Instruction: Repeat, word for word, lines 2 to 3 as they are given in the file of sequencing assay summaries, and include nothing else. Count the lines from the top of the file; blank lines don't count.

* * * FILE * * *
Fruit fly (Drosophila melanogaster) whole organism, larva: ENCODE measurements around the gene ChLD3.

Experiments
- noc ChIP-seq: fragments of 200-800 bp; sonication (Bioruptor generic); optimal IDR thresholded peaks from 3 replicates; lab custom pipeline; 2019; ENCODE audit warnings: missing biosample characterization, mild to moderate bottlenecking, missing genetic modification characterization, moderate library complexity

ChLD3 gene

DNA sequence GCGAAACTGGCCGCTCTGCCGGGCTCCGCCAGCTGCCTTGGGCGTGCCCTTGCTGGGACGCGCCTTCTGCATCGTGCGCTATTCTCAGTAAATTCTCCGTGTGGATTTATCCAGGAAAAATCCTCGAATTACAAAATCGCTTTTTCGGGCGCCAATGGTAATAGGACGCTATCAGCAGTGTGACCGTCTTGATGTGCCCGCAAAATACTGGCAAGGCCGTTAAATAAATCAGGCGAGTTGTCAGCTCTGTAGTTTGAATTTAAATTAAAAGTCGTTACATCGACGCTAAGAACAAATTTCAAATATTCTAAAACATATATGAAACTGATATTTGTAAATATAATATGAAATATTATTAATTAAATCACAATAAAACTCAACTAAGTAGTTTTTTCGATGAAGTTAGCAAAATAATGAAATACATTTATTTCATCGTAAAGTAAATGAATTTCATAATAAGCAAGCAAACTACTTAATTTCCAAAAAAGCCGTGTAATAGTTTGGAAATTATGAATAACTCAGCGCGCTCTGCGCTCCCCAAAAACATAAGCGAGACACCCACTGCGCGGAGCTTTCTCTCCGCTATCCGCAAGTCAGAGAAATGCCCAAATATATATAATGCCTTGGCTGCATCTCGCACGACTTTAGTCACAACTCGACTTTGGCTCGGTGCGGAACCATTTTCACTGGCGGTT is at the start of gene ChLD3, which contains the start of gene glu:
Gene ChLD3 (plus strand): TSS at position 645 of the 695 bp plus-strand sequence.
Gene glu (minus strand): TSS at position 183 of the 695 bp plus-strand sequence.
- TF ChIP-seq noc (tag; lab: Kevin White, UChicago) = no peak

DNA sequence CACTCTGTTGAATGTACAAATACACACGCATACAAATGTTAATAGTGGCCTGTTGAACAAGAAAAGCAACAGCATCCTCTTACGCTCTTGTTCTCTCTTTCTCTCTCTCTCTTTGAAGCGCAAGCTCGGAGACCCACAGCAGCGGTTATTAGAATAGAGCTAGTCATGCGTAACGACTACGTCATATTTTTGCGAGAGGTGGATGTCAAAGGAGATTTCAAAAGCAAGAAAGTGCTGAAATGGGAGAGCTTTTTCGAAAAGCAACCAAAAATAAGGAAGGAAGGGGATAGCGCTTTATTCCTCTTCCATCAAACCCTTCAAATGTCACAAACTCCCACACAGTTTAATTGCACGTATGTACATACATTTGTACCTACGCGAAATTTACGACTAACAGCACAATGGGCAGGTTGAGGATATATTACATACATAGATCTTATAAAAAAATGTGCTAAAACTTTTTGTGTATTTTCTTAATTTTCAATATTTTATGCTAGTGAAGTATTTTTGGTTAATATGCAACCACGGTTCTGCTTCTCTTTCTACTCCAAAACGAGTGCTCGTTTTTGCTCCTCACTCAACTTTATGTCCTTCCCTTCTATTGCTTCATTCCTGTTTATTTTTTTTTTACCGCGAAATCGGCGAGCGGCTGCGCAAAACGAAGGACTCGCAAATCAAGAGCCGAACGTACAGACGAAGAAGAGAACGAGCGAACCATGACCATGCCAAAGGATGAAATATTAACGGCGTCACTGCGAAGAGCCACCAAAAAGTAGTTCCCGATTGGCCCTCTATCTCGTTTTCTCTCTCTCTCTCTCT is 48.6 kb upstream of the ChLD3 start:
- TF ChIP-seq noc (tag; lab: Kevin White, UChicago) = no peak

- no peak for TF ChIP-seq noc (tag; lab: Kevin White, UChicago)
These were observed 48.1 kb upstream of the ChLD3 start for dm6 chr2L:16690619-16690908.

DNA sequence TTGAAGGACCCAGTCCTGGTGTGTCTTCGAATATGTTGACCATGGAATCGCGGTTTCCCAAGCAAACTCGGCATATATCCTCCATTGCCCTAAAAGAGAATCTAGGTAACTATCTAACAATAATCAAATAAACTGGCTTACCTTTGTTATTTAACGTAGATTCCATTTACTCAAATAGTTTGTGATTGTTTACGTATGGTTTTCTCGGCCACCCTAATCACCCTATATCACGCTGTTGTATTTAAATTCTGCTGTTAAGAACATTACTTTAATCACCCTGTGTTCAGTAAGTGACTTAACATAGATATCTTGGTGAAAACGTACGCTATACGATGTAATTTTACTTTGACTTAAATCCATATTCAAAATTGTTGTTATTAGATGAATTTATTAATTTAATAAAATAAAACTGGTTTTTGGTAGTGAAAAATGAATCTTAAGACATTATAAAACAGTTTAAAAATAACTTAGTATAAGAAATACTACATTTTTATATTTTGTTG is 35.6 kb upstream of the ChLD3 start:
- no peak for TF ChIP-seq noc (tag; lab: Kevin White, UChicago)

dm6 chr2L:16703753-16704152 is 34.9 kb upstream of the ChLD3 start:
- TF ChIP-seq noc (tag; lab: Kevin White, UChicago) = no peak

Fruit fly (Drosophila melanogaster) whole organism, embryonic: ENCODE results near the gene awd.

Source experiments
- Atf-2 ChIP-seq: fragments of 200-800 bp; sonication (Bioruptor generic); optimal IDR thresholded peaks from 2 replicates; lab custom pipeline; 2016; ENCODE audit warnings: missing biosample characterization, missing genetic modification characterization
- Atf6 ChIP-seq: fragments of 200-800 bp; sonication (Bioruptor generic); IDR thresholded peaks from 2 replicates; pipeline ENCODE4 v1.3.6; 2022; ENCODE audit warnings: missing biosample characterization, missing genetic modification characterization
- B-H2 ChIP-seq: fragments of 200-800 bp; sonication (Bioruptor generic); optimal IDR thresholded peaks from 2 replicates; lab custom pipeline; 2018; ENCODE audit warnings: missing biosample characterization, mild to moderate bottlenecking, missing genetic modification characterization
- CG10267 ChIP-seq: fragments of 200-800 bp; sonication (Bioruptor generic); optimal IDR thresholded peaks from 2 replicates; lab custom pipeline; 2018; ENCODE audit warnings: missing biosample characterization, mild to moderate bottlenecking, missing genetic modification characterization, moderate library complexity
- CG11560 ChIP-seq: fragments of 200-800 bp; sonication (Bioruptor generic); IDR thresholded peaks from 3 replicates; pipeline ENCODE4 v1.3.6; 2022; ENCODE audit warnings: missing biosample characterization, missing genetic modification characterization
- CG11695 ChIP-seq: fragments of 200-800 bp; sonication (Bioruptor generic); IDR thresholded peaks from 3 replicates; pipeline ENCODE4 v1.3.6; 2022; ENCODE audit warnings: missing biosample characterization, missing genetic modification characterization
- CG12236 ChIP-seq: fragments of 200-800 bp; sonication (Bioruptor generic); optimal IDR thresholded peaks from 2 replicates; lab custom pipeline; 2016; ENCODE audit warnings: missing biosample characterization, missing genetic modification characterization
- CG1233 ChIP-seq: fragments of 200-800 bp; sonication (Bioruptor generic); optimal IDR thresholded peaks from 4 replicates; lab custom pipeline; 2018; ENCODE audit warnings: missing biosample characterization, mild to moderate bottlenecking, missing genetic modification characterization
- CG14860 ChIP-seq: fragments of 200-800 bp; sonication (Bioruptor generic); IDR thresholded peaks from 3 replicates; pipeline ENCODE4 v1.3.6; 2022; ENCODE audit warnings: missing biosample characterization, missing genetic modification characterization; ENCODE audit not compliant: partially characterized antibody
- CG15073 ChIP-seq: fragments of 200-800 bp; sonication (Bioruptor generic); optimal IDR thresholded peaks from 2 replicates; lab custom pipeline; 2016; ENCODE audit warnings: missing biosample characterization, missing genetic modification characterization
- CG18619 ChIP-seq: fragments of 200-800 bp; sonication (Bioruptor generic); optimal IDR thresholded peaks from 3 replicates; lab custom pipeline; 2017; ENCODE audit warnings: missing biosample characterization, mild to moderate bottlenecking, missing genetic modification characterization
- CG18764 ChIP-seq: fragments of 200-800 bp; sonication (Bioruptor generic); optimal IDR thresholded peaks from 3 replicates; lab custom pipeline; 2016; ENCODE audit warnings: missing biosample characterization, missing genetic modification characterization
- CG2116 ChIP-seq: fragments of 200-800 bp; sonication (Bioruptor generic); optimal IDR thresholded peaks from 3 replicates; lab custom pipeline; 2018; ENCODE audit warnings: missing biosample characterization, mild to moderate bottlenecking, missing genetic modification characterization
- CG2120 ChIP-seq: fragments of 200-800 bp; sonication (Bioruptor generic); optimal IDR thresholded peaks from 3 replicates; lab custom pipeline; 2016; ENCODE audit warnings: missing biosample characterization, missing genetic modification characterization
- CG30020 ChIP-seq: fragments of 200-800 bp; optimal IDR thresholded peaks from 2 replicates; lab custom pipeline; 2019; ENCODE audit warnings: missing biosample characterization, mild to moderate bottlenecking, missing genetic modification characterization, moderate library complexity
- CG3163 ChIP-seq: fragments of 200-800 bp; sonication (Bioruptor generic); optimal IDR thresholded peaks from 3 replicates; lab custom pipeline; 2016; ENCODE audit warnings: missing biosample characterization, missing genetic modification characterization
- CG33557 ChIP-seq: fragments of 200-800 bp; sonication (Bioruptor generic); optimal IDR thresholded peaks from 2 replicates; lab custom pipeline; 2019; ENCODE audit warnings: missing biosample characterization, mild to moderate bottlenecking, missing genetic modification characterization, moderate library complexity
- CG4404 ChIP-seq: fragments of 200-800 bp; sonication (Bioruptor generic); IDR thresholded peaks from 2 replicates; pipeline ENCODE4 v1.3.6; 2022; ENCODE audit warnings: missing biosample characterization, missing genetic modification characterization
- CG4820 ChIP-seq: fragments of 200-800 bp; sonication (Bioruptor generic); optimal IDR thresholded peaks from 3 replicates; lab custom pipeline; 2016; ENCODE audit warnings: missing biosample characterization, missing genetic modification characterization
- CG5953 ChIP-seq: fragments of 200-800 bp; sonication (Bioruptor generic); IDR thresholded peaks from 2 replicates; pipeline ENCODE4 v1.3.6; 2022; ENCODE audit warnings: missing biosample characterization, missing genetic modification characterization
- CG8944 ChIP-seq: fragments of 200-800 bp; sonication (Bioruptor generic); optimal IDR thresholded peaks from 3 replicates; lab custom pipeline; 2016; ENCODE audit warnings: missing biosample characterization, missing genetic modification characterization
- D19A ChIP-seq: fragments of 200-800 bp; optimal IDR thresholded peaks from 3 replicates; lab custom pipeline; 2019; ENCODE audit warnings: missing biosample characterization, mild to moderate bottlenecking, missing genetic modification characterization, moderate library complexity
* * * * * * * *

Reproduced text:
Experiments
- noc ChIP-seq: fragments of 200-800 bp; sonication (Bioruptor generic); optimal IDR thresholded peaks from 3 replicates; lab custom pipeline; 2019; ENCODE audit warnings: missing biosample characterization, mild to moderate bottlenecking, missing genetic modification characterization, moderate library complexity